Philip Morris International: Overleveraged Balance Sheet Leaves Limited Upside

| About: Philip Morris (PM)

While profits and losses are part of all investing and trading strategies, leverage and margin significantly increase the risk/reward of an investment over the short term and long term.

Phillip Morris International (NYSE:PM) has been one of the strongest-performing dividend stocks in the market over the last several years.

I've written several bullish articles on Phillip Morris since the stock was in the mid-$80s. Still, I think the significant and recent deterioration of the EU economy will likely continue to challenge the company in the next year.

Philip Morris is in nearly every region of the world, but the company's biggest markets are Asia and Europe. It gets 40% of its revenues from Europe, and nearly 35% of its revenues from Asia. The company has revenues of around $30 billion a year, free cash flow of $9 billion, and long-term debt of $20 billion. The company's debt-to-equity ratio is over 300%, and management is using more than 100% of the company's free cash flow for dividends and buybacks.

To be sure, Phillip Morris does have strong coverage of interest rate payments at 13 times, and the company has been able to issue significant debt at very low rates. Still, there are some strong warning signs that the significant recent leverage the company has used may create problems longer term.

Phillip Morris has had tremendous recent growth in Asia. The Japanese earthquake and subsequent tsunami in 2011 prevented the company's biggest competitor in the Japanese market, Japan Tobacco (OTCPK:JAPAF), from being able to ship cigarettes within the country for nearly three months. Phillip Morris had cigarettes specially chartered in, and the company's strong market share gains in Japan and the Philippines enabled it to grow volume in Asia by over 20% last year.

Today the picture is much different. Japan Tobacco is a very well-run and innovative company, and as the world's third-largest tobacco company it has taken significant market share back from Phillip Morris in the last quarter. The company recently increased its market share in the Japanese market from 55% to 60% in the last six months. Japan and the Philippines are also considering significant raises on existing tobacco taxes.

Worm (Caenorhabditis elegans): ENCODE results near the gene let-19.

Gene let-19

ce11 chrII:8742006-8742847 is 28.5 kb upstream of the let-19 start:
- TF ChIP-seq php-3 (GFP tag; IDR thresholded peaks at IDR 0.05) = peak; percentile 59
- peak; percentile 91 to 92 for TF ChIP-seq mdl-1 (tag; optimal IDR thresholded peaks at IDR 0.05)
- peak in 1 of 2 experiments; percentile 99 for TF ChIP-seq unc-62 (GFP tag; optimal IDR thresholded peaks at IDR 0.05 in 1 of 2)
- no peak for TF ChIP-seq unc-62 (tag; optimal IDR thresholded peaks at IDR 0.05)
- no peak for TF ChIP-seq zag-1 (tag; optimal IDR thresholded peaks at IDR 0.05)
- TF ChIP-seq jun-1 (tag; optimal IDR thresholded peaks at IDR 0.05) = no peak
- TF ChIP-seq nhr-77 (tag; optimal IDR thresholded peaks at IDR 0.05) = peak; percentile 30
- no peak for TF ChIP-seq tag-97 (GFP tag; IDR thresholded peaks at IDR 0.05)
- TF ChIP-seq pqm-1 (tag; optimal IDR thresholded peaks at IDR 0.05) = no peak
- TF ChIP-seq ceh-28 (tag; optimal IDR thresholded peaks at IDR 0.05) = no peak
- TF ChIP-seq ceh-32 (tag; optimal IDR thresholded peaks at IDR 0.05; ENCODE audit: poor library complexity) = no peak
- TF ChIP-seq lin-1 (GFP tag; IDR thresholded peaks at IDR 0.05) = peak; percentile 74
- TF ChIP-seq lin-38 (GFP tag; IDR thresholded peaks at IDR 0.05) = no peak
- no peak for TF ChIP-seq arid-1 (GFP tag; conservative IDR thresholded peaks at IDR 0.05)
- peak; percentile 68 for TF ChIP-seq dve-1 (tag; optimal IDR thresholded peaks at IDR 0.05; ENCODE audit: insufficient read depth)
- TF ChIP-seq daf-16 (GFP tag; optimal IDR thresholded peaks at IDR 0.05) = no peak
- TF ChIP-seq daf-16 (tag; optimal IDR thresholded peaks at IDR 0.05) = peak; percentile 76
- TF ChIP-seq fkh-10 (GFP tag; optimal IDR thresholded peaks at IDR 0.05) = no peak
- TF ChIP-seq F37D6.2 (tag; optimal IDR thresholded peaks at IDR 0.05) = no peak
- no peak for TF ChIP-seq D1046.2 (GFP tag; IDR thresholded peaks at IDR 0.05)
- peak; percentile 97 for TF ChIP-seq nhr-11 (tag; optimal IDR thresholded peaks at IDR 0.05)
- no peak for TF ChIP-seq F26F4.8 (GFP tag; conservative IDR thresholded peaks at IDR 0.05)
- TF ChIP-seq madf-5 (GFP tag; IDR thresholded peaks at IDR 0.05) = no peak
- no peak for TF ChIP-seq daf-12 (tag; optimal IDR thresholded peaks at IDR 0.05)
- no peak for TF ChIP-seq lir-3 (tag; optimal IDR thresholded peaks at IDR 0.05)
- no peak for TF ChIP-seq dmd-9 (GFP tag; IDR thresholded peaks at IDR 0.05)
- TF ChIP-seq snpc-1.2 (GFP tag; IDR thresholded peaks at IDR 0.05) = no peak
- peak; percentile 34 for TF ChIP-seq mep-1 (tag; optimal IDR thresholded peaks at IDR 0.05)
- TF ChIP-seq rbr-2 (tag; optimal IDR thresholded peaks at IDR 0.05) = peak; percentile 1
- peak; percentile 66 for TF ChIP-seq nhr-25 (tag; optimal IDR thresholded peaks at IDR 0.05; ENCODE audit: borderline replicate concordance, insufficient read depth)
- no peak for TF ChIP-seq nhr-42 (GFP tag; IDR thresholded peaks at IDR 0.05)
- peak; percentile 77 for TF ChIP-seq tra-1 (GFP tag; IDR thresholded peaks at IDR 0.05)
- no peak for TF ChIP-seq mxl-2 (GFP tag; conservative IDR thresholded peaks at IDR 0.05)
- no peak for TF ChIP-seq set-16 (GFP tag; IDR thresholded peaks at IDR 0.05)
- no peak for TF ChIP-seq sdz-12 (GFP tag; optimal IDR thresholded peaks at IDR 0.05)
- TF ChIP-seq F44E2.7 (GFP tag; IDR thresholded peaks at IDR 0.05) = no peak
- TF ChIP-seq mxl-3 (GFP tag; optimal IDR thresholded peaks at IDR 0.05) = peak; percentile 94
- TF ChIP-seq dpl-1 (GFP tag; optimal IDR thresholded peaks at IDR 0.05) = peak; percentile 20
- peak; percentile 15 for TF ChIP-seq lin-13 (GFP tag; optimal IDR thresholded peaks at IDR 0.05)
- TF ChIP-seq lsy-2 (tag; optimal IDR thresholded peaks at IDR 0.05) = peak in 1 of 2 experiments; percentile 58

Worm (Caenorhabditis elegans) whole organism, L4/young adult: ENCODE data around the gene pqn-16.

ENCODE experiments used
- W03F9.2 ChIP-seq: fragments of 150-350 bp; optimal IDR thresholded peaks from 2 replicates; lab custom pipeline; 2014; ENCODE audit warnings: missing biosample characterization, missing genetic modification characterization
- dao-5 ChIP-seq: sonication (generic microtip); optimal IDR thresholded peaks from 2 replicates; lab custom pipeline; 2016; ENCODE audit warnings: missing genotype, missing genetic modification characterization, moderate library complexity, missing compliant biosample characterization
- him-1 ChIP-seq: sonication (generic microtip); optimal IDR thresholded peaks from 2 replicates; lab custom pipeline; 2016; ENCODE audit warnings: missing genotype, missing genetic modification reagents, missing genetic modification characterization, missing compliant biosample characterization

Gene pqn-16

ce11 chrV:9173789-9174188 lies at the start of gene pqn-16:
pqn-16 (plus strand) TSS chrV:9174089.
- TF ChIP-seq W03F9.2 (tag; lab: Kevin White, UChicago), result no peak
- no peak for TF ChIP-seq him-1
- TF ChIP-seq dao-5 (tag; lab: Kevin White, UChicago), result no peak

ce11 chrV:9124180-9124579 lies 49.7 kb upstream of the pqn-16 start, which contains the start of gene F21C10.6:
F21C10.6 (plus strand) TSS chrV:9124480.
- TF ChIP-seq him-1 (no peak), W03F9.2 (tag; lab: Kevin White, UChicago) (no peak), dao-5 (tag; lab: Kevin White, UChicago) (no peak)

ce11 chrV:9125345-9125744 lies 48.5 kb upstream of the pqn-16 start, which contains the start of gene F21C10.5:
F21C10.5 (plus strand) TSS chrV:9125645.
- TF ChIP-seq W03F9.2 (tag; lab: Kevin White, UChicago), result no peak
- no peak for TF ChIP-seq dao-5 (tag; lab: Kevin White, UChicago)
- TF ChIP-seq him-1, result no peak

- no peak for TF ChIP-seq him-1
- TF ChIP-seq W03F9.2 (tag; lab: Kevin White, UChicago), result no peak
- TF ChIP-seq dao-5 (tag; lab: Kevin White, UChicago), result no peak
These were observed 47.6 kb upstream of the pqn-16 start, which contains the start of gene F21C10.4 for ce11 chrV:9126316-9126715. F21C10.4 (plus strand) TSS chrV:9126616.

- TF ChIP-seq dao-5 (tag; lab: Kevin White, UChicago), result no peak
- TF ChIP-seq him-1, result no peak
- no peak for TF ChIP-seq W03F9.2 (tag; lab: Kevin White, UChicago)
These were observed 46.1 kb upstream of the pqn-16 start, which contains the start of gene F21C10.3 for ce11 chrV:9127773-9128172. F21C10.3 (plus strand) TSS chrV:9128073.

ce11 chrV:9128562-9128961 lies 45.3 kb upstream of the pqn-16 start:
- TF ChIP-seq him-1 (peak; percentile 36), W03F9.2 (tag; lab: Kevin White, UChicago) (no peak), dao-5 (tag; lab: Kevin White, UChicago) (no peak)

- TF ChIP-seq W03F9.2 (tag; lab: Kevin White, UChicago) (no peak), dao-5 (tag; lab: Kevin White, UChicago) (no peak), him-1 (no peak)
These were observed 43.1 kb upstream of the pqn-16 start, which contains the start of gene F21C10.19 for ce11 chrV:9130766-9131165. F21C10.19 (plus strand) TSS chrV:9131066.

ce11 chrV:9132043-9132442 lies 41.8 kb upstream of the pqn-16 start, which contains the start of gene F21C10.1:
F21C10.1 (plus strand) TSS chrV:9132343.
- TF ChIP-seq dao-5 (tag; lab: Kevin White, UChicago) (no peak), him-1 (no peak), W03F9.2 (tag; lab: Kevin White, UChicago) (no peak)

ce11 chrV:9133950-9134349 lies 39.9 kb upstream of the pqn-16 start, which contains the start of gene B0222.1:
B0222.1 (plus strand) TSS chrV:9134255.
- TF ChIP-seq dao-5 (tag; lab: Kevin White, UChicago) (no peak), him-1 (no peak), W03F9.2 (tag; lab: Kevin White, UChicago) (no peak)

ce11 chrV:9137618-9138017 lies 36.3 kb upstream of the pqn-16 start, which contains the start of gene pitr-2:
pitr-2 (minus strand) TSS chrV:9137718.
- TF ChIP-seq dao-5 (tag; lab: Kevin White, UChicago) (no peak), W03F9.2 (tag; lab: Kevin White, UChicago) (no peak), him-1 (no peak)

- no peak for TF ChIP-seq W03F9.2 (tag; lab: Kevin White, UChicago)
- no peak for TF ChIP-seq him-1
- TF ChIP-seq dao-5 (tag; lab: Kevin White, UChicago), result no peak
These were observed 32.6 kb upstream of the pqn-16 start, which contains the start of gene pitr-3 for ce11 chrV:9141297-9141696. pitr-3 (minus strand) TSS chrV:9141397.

Philip Morris' revenues in the EU dropped nearly 10% last quarter alone, and the company continues to see anemic growth in Latin America and North America. The company did report strong year-over-year growth in Eastern Europe, the Middle East, and Africa, but these are smaller markets for Philip Morris, and management also discussed how the year-over-year comparisons in these regions were misleading.

Europe has been weak for some time, but the significant deterioration in the EU has weighed heavily on this company. Germany's PMI also recently came in at a six-month low, and Spain's GDP was well below expectations. Philip Morris still gets nearly 30% of its revenues from the EU, and even companies such as Apple (NASDAQ:AAPL) and McDonald's (NYSE:MCD) have reported a significant recent slowdown in European consumer spending.

Philip Morris' heavy use of leverage has worked in the company's favor over the last several years. That's because the buyback added significant shareholder value as the stock rallied hard on the company's significant market share gains in Asia. The company's leverage also enabled management to consistently raise the dividend at a double-digit rate when many fixed-income investments offered minimal returns.

Still, leverage is double-edged sword. Philip Morris' buyback and dividend policy was great when the its revenues were growing at 10%-12% a year over the last several years. But if the company's growth stagnates and shares decline, the buyback will leave shareholders with significant debt and minimal returns. The company's aggressive buyback and significant debt will also limit possible dividend increases in the future if the company's growth continues to slow.

To conclude, Philip Morris has outperformed most of the broader indexes by fairly wide margins over the last several years, and the stock is up over 50% in the past year. Still, the company trades at 16 times an average estimate of next year's likely earnings, and the growth outlook in Asia and the EU has deteriorated significantly in the last quarter. The company's leverage boosted shareholder returns nicely in the last couple of years, but the company's significant long-term debt and decelerating growth may make future dividend increases very difficult when rates begin to rise.

Disclosure: I have no positions in any stocks mentioned, and no plans to initiate any positions within the next 72 hours. I wrote this article myself, and it expresses my own opinions. I am not receiving compensation for it (other than from Seeking Alpha). I have no business relationship with any company whose stock is mentioned in this article.